Allyl alcohol
Skeletal formula
Ball-and-stick model
Names
Preferred IUPAC name
Prop-2-en-1-ol
Other names
Allyl alcohol
2-Propen-1-ol
1-Propen-3-ol[1]
Vinyl carbinol[1]
Allylic alcohol
Weed drench[citation needed]
Identifiers
3D model (JSmol)
3DMet
ChEBI
ChEMBL
ChemSpider
ECHA InfoCard 100.003.156 Edit this at Wikidata
EC Number
  • 203-470-7
KEGG
RTECS number
  • BA5075000
UNII
UN number 1098
  • InChI=1S/C3H6O/c1-2-3-4/h2,4H,1,3H2 checkY
    Key: XXROGKLTLUQVRX-UHFFFAOYSA-N checkY
  • InChI=1/C3H6O/c1-2-3-4/h2,4H,1,3H2
    Key: XXROGKLTLUQVRX-UHFFFAOYAC
  • C=CCO
Properties
C3H6O
Molar mass 58.080 g·mol−1
Appearance colorless liquid[1]
Odor mustard-like[1]
Density 0.854 g/ml
Melting point −129 °C
Boiling point 97 °C (207 °F; 370 K)
Miscible
Vapor pressure 17 mmHg[1]
Acidity (pKa) 15.5 (H2O)[2]
-36.70·10−6 cm3/mol
Hazards
Occupational safety and health (OHS/OSH):
Main hazards
Highly toxic, lachrymator
GHS labelling:
GHS02: FlammableGHS06: ToxicGHS07: Exclamation markGHS09: Environmental hazard
Danger
H225, H301, H302, H311, H315, H319, H331, H335, H400
P210, P233, P240, P241, P242, P243, P261, P264, P270, P271, P273, P280, P301+P310, P302+P352, P303+P361+P353, P304+P340, P305+P351+P338, P311, P312, P321, P322, P330, P332+P313, P337+P313, P361, P362, P363, P370+P378, P391, P403+P233, P403+P235, P405, P501
NFPA 704 (fire diamond)
NFPA 704 four-colored diamondHealth 3: Short exposure could cause serious temporary or residual injury. E.g. chlorine gasFlammability 3: Liquids and solids that can be ignited under almost all ambient temperature conditions. Flash point between 23 and 38 °C (73 and 100 °F). E.g. gasolineInstability 1: Normally stable, but can become unstable at elevated temperatures and pressures. E.g. calciumSpecial hazards (white): no code
3
3
1
Flash point 21 °C (70 °F; 294 K)
378 °C (712 °F; 651 K)
Explosive limits 2.5–18.0%
Lethal dose or concentration (LD, LC):
80 mg/kg (rat, orally)[3]
1000 ppm (mammal, 1 hr)
76 ppm (rat, 8 hr)
207 ppm (mouse, 2 hr)
1000 ppm (rabbit, 3.5 hr)
1000 ppm (monkey, 4 hr)
1060 ppm (rat, 1 hr)
165 ppm (rat, 4 hr)
76 ppm (rat, 8 hr)[4]
NIOSH (US health exposure limits):
PEL (Permissible)
2 ppm[1]
REL (Recommended)
TWA 2 ppm (5 mg/m3) ST 4 ppm (10 mg/m3) [skin] [1]
IDLH (Immediate danger)
20 ppm[1]
Safety data sheet (SDS) External MSDS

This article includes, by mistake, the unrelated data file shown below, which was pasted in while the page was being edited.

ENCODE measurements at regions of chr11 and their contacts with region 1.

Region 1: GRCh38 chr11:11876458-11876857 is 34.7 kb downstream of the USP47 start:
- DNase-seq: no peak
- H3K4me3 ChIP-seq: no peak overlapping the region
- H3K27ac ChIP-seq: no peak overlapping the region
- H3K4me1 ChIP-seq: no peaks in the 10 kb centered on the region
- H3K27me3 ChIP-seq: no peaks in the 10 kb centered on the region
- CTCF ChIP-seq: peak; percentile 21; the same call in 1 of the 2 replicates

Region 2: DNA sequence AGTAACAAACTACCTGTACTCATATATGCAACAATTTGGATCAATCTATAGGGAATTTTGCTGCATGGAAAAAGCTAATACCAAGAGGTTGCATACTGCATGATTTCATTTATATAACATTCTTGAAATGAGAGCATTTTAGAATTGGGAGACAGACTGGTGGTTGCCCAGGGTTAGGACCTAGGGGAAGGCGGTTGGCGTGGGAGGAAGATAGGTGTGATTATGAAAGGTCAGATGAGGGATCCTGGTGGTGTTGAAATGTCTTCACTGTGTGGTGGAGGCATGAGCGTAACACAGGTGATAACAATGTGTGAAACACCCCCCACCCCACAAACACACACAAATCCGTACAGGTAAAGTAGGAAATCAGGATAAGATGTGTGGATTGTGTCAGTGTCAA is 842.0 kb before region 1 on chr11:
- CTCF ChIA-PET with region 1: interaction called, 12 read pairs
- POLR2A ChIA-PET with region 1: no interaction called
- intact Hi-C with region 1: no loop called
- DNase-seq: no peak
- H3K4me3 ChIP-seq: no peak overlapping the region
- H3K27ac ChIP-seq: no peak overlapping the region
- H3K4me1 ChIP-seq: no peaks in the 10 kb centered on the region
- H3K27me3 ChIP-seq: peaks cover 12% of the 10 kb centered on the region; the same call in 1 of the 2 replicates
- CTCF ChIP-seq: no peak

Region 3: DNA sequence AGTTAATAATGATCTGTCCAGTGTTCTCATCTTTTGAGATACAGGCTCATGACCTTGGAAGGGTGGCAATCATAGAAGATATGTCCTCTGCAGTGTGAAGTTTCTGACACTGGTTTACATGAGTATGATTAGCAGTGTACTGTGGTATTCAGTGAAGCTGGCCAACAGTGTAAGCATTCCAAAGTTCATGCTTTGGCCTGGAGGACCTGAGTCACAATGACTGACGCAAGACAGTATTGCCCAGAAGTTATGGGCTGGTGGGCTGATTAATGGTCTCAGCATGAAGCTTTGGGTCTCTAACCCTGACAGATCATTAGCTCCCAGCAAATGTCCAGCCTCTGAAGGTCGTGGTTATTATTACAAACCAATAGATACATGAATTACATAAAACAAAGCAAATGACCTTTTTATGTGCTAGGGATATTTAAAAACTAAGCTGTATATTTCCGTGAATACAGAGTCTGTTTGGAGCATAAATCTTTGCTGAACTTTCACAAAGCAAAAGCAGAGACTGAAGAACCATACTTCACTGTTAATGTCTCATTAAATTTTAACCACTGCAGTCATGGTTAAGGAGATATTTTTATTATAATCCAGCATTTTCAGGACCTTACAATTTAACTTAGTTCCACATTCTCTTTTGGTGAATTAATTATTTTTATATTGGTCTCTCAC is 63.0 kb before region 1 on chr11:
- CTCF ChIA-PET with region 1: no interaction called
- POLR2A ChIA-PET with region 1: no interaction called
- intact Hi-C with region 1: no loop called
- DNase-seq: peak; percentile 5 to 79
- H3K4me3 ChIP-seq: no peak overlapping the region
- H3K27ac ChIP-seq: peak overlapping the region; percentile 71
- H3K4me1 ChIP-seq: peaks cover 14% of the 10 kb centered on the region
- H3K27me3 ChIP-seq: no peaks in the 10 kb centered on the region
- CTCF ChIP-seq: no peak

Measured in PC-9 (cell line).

Except where otherwise noted, data are given for materials in their standard state (at 25 °C [77 °F], 100 kPa).
☒N verify (what is checkY☒N ?)

Allyl alcohol (IUPAC name: prop-2-en-1-ol) is an organic compound with the structural formula CH2=CHCH2OH. Like many alcohols, it is a water-soluble, colourless liquid. It is more toxic than typical small alcohols. Allyl alcohol is used as a precursor to many specialized compounds such as flame-resistant materials, drying oils, and plasticizers.[5] Allyl alcohol is the smallest representative of the allylic alcohols.

Production

Allyl alcohol is produced commercially by the Olin and Shell corporations through the hydrolysis of allyl chloride:

Allyl alcohol can also be made by the rearrangement of propylene oxide, a reaction that is catalyzed by potassium alum at high temperature. The advantage of this method relative to the allyl chloride route is that it does not generate salt. Also avoiding chloride-containing intermediates is the "acetoxylation" of propylene to allyl acetate:

Hydrolysis of this acetate gives allyl alcohol. In alternative fashion, propylene can be oxidized to acrolein, which upon hydrogenation gives the alcohol.

In principle, allyl alcohol can be obtained by dehydrogenation of propanol.

Laboratory methods

In the laboratory, glycerol reacts with oxalic or formic acids to give (respectively) dioxalin or glyceric formate, either of which decarboxylate and dehydrate to allylol.[6][7]

Allyl alcohols in general are prepared by allylic oxidation of allyl compounds, using selenium dioxide or organic peroxides. Other methods include carbon-carbon bond-forming reactions such as the Prins reaction, the Morita-Baylis-Hillman reaction, or a variant of the Ramberg-Bäcklund reaction. Hydrogenation of enones is another route. Some of these methods are achieved by the Luche reduction, Wharton reaction, and the Mislow-Evans rearrangement.

Allyl alcohol was first prepared in 1856 by Auguste Cahours and August Hofmann by hydrolysis of allyl iodide.[5] Today a Allyl alcohol can be formed after trituration of garlic (Allium sativum) cloves (producing from garlic in two ways: firstly by a self-condensation reaction of allicin and its decomposition products such as diallyl trisulphide and diallyl disulphide and secondly by the reaction between alliin, the precursor of allicin, and water).[8]

Applications

Allyl alcohol is converted mainly to glycidol, which is a chemical intermediate in the synthesis of glycerol, glycidyl ethers, esters, and amines. Also, a variety of polymerizable esters are prepared from allyl alcohol, e.g. diallyl phthalate.[5]

Allyl alcohol can both enhance and inhibit the growth of living organisms, which depends on the species and strain.